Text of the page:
Gila River Overflow Causes Evacuations in Eastern Arizona

by Cole Lauterbach


Parts of a small town in Greenlee County are underwater and largely vacant after heavy monsoon rains caused the Gila River to overflow into flood-prone areas.

The town of Duncan, Arizona, saw an emergency mass evacuation order early Monday morning after parts of the river spilled into State Route 70 in the center of town.

Arizona Department of Transportation spokesman David Woodfill confirmed the closures on State Route 70 through Duncan with The Center Square Monday morning.

“The highway is closed at milepost 378. There is no estimated time to reopen. ADOT urges motorists not to drive into standing water. Instead, drivers should delay travel or consider taking an alternate route.”

Woodfill advises residents to check out and the AZ 511 app to stay updated.

The National Weather Service issued a flood warning update at 10:30 a.m. Monday, advising motorists to turn around if they’re driving in that area and see standing water.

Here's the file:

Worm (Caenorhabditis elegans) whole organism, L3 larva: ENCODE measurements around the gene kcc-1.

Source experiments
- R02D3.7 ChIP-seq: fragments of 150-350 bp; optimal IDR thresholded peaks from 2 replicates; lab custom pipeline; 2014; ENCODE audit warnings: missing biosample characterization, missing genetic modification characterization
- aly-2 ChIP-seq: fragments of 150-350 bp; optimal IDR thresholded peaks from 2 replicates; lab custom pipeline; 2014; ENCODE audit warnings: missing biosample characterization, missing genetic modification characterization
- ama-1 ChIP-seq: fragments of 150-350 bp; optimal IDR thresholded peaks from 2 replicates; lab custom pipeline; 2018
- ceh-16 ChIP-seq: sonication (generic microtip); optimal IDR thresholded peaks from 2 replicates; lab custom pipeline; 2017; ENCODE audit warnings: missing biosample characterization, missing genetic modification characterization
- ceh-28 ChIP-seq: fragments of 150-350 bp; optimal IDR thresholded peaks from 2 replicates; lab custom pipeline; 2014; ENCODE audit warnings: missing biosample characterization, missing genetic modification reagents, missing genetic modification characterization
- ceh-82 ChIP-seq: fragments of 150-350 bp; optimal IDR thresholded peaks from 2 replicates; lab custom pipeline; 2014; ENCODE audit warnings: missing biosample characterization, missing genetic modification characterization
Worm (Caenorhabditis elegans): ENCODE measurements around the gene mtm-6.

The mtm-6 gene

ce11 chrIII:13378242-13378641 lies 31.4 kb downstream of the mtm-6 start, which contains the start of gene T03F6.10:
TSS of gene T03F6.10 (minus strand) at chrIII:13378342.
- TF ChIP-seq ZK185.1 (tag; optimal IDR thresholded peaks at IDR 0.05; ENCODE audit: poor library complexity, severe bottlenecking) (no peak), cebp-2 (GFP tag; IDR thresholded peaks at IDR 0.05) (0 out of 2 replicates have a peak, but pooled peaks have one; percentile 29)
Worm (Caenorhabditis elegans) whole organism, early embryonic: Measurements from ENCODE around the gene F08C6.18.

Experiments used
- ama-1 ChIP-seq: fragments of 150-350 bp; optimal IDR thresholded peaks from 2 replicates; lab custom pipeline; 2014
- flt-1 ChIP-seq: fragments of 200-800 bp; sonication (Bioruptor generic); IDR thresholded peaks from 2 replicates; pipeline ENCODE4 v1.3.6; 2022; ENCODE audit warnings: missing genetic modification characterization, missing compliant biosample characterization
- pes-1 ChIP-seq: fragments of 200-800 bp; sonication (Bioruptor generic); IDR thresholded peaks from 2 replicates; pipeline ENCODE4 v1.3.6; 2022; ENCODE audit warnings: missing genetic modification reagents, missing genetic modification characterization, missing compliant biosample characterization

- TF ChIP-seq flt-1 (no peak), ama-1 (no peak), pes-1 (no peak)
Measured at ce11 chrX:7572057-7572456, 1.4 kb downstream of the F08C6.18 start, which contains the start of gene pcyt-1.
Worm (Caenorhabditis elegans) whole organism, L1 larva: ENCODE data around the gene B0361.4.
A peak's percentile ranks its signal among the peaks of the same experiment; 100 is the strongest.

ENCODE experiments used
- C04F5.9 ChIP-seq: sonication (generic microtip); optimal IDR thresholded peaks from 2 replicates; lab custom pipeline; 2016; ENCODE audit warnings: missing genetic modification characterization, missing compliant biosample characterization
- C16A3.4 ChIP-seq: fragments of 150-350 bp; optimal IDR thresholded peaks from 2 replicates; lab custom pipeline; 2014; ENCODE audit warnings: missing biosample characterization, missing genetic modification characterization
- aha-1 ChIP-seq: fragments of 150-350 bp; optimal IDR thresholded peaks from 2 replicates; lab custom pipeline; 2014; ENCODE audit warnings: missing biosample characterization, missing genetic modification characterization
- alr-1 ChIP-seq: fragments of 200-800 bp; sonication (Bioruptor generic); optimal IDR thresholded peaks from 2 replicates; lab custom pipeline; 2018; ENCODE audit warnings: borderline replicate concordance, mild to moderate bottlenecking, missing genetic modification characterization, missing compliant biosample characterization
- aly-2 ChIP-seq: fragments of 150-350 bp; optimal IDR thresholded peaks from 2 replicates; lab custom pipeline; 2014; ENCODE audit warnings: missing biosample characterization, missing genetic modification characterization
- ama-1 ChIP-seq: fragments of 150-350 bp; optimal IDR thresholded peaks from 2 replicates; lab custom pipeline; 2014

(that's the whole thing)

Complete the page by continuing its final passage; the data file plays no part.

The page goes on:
The Duncan Valley Rural Fire District announced the mass evacuation order for part of the town at approximately 5:30 a.m. Monday morning.

“At approximately 4:30 this morning, the water levels of the Gila River reached a point where water began to spill into portions of Duncan,” the department said in a Facebook post. “At that time, the Fire District was requested to assist in an evacuation of the areas in the flood plane, east of the Ranch House.”

The water level at the bridge in town was more than 22 feet, which the fire department said classified as a major flood stage.

The Greenlee County Fairgrounds, located just northeast of the flooded areas, has been designated as an evacuation center.

The town is likely to see more rain in the coming days, as the National Weather Service forecast for Duncan shows storms likely Monday evening and Tuesday.

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Cole Lauterbach is a managing editor for The Center Square covering the western United States. For more than a decade, Cole has produced award-winning content on both radio and television.
Photo “Gila River” by USGS.

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